To try to figure out what makes runners get hurt, researchers recruited 249 female runners, all of whom were ‘heel-strikers’ (their heels hit the ground before any other part of the foot while in motion.) Participants ran at least 20 miles each week, on a track that could test the strength of their foot strike. They recorded any injuries on a monthly basis over a two year time period.
Of the group of runners, 103 women sustained injuries serious enough to require medical attention; 21 members of the group, however, did not sustain a single injury. After reviewing the data, researchers discovered that the women who had not been injured were also the ones whose feet landed very lightly.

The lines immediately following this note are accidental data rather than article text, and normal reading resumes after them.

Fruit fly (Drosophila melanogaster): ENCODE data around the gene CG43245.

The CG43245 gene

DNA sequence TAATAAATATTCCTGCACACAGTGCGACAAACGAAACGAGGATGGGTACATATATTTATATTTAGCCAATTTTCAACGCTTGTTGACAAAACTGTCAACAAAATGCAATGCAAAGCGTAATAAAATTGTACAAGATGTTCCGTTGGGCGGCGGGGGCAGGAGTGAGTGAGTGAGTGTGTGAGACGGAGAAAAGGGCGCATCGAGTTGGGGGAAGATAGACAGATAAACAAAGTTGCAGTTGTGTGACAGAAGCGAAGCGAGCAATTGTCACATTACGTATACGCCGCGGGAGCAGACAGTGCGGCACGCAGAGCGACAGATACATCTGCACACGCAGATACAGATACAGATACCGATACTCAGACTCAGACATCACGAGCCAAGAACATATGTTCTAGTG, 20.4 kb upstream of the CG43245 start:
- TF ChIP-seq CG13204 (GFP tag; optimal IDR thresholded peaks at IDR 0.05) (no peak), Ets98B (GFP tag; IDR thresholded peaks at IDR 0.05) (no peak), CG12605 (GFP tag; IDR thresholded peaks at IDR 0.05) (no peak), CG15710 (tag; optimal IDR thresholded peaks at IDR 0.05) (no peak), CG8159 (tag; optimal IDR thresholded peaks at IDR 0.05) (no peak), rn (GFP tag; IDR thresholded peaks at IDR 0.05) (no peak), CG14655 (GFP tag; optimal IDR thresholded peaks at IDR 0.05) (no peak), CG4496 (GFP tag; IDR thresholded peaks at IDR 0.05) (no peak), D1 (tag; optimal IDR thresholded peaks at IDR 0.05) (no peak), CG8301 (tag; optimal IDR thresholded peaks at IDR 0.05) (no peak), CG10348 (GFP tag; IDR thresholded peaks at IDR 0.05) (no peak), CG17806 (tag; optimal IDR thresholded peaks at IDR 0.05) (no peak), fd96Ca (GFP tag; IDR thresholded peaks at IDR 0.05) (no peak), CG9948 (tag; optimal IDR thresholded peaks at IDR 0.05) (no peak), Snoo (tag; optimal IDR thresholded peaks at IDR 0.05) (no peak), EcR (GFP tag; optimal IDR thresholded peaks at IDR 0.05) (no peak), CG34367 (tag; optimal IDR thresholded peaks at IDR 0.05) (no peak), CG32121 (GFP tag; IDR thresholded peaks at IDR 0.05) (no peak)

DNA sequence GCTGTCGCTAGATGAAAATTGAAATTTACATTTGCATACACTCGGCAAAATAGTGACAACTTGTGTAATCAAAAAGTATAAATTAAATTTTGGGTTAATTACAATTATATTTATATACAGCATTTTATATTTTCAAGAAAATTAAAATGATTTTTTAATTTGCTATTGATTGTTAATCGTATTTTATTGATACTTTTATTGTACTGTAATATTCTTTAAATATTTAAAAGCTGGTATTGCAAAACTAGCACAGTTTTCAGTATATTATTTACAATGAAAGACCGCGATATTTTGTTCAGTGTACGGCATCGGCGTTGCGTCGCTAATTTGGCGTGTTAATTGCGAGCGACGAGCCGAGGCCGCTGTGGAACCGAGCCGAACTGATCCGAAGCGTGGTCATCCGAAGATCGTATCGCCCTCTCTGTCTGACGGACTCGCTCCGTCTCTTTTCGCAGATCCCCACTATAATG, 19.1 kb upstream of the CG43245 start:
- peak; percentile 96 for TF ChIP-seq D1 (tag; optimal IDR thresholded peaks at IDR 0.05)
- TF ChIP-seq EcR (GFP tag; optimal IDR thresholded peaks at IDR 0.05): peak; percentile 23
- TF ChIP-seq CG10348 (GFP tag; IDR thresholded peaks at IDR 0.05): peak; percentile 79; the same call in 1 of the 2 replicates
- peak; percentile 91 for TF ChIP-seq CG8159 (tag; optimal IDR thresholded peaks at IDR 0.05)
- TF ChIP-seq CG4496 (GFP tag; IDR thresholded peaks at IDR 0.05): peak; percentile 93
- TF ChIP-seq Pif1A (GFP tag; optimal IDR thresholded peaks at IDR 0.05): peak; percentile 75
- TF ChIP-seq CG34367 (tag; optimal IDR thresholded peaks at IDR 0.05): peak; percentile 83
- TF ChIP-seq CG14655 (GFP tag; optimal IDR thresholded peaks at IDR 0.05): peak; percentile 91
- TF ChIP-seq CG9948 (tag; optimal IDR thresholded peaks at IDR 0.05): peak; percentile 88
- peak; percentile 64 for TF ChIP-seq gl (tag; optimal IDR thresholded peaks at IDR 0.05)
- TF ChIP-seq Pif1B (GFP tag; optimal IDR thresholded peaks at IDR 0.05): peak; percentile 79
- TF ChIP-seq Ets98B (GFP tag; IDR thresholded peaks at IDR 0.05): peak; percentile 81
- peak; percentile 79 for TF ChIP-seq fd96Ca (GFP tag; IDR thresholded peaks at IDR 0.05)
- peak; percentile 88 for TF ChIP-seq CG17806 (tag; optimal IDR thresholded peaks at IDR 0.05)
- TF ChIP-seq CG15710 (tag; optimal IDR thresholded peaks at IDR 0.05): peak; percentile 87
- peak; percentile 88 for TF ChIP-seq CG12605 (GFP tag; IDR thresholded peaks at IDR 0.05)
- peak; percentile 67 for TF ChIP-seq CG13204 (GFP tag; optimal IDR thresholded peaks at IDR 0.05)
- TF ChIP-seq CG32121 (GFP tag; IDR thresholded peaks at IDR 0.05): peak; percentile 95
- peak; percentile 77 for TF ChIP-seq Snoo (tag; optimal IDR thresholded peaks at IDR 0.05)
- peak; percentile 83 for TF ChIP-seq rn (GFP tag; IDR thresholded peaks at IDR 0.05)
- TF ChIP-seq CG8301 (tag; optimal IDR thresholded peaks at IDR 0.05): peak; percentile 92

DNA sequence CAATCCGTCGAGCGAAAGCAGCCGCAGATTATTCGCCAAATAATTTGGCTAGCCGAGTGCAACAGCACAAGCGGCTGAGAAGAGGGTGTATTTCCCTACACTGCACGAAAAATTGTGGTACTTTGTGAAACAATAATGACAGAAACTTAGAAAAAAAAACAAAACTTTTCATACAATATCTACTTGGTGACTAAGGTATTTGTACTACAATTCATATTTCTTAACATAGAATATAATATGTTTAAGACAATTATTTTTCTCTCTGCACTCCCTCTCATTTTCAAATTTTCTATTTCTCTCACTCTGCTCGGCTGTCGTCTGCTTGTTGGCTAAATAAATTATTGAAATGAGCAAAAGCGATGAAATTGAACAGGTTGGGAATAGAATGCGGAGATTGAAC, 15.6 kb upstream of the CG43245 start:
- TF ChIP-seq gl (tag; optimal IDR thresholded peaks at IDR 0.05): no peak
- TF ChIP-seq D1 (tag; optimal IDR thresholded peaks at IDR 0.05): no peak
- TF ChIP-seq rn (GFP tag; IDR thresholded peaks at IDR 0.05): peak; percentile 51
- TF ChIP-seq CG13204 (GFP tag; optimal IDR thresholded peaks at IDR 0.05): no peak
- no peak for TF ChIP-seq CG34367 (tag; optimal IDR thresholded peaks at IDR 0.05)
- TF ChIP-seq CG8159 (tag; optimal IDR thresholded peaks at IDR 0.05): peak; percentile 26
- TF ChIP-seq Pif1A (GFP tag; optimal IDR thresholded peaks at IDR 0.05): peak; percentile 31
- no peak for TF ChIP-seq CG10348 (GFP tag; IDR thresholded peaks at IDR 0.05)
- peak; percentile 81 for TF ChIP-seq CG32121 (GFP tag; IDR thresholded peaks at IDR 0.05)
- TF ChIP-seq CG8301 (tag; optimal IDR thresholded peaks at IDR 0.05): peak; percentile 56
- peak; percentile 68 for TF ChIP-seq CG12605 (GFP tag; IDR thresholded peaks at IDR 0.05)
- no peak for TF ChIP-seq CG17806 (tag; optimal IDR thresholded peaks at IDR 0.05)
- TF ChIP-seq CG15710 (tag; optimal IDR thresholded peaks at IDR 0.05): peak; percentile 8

What’s the takeaway message from this review? Lead study author Irene S. Davis explains: “People should really try to listen to their foot strikes and try to make them as soft as possible. Sound is correlated to force, so if you’re hitting really hard it’s going to be loud and that’s a nice way to know when to reduce those impacts.”Not sure what kind of strike you make during training? Come in for a runner’s analysis with Houston running podiatrist Dr. Andrew Schneider.